NRCC Says Ex-Treasurer Diverted Over $1 Million
The former treasurer for the National Republican Congressional Committee diverted hundreds of thousands of dollars --up to and maybe more than $1 million -- of the organization's funds into his personal accounts, GOP officials said yesterday, describing an alleged scheme that could become one of the largest political frauds in recent history.
For at least four years, Christopher J. Ward, who is under investigation by the FBI, allegedly used wire transfers to funnel money out of NRCC coffers and into other political committee accounts he controlled as treasurer, NRCC leaders and lawyers said in their first public statement since they turned the matter over to the FBI six weeks ago.
"The evidence we have today indicated we have been deceived and betrayed for a number of years by a highly respected and trusted individual," said Rep. Tom Cole (R-Okla.), the NRCC chairman.
The committee also announced that it has submitted to banks five years' worth of audits and financial documents allegedly faked by Ward, some of which were used to secure multimillion-dollar loans. It is a violation of federal laws to obtain loans through false statements; the crime is punishable by up to $1 million in fines and 30 years in prison.
Before yesterday, the committee, which raised $49 million in 2007, had not acknowledged that any money was missing. It announced on Feb. 1 that it had discovered "irregularities" that might involve fraud, dismissed Ward and called in federal investigators.
Robert K. Kelner, a lawyer with Covington & Burling, which has been hired to oversee an internal forensic audit, told reporters he is certain only that Ward had made "several hundred thousand dollars" in unauthorized money transfers since 2004. However, he said, the year-end report filed with the Federal Election Commission (FEC) in 2006 overstated the NRCC's cash on hand by $990,000.
That may be the upper level of what Ward allegedly skimmed from NRCC coffers, Kelner said. But the total will not be known until forensic auditors finish "drilling down" to determine how much money might have been misappropriated and how much may be missing as a result of sloppy bookkeeping, he said.
Kelner said Ward was the only NRCC official empowered to use wire transfers to shift money into any account without a second approval. After transferring the money into accounts he controlled, often for dormant fundraising committees associated with the NRCC, Ward allegedly moved it into accounts for his political consulting business or his personal bank accounts, Kelner said.
Kelner said the NRCC has had no contact with Ward since he was fired on Jan. 28. Ronald Machen, Ward's attorney, declined to comment on the investigation yesterday, as did the FBI.
The Washington Post reported Thursday that Ward had served as treasurer for 83 GOP committees this decade. In the past five years, the committees took in more than $400 million in contributions.
Rep. Peter T. King (R-N.Y.) told The Post this week that Ward paid himself $6,000 from King's PAC in 2007 after the congressman thought he had closed down the committee.
Politico.com reported last night that Ward lent himself more than $4,200 from the political action committee of Rep. Jeb Hensarling (R-Tex.), an unusual expenditure for a campaign treasurer to make. Ward repaid the money early last month, after the FBI was called in to investigate his work at the NRCC, Politico.com reported.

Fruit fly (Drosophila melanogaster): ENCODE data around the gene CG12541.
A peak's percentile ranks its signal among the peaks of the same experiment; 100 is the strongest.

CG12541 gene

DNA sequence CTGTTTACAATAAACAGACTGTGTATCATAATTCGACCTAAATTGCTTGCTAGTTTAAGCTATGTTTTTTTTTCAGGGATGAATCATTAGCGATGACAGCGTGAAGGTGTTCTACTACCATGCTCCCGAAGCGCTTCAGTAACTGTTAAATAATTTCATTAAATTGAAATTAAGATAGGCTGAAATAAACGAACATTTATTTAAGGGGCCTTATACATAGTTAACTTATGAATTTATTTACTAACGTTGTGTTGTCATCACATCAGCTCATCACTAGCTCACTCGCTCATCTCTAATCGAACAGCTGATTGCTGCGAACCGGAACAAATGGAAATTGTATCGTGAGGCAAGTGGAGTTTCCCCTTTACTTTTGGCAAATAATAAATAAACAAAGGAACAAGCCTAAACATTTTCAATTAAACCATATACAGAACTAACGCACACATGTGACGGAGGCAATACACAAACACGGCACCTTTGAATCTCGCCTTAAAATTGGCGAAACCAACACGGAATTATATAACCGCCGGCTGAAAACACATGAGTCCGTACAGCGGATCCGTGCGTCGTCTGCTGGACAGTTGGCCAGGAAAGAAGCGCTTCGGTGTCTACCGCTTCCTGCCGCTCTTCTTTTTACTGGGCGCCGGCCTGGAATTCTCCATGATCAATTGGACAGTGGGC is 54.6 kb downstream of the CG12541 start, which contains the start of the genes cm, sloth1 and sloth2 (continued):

According to a source familiar with the investigation, some of those committees were closed down in filings to the FEC but their accounts were left open at banks. That would have allowed Ward to divert money into their coffers and then to his political consulting firm or his personal bank accounts.
Kelner said the NRCC had not met with its outside auditors for nearly five years, describing that as unusual. Rep. Greg Walden (Ore.), who previously served as chairman of the NRCC's audit committee, said he had asked to meet with the outside auditing firm, Deloitte & Touche, and that the fake audits were almost perfect forgeries.
"I sought for several years to meet with the outside auditors," Walden said. "There was always some seemingly legitimate reason why that didn't happen." The scheme began to unravel this year, when Rep. K. Michael Conaway (Tex.), the new head of the audit committee, insisted on meeting the auditors.
The magnitude of the alleged fraud staggered Republicans, who are bracing for the final accounting from the forensic audit in six to eight weeks. Many said they expect a total far greater than the minimum cited yesterday.
The largest confirmed political fraud in the modern campaign finance era, after a 1974 law set strict contribution limits, is believed to be the embezzlement of $1 million from the 1992 presidential campaign of the late Sen. Paul Tsongas (D-Mass.).
Cole told reporters yesterday evening that the NRCC has spent about $370,000 on the audit being conducted by Kelner's firm and accountants from PricewaterhouseCoopers, draining precious dollars from a campaign committee that has badly trailed its Democratic counterpart in fundraising for more than a year.
Kelner said federal election and banking laws, which require proof that such frauds were done "knowingly," are likely to put the legal burden on Ward and not the NRCC. He said the internal probe so far has turned up no signs of "anybody else colluding with" Ward.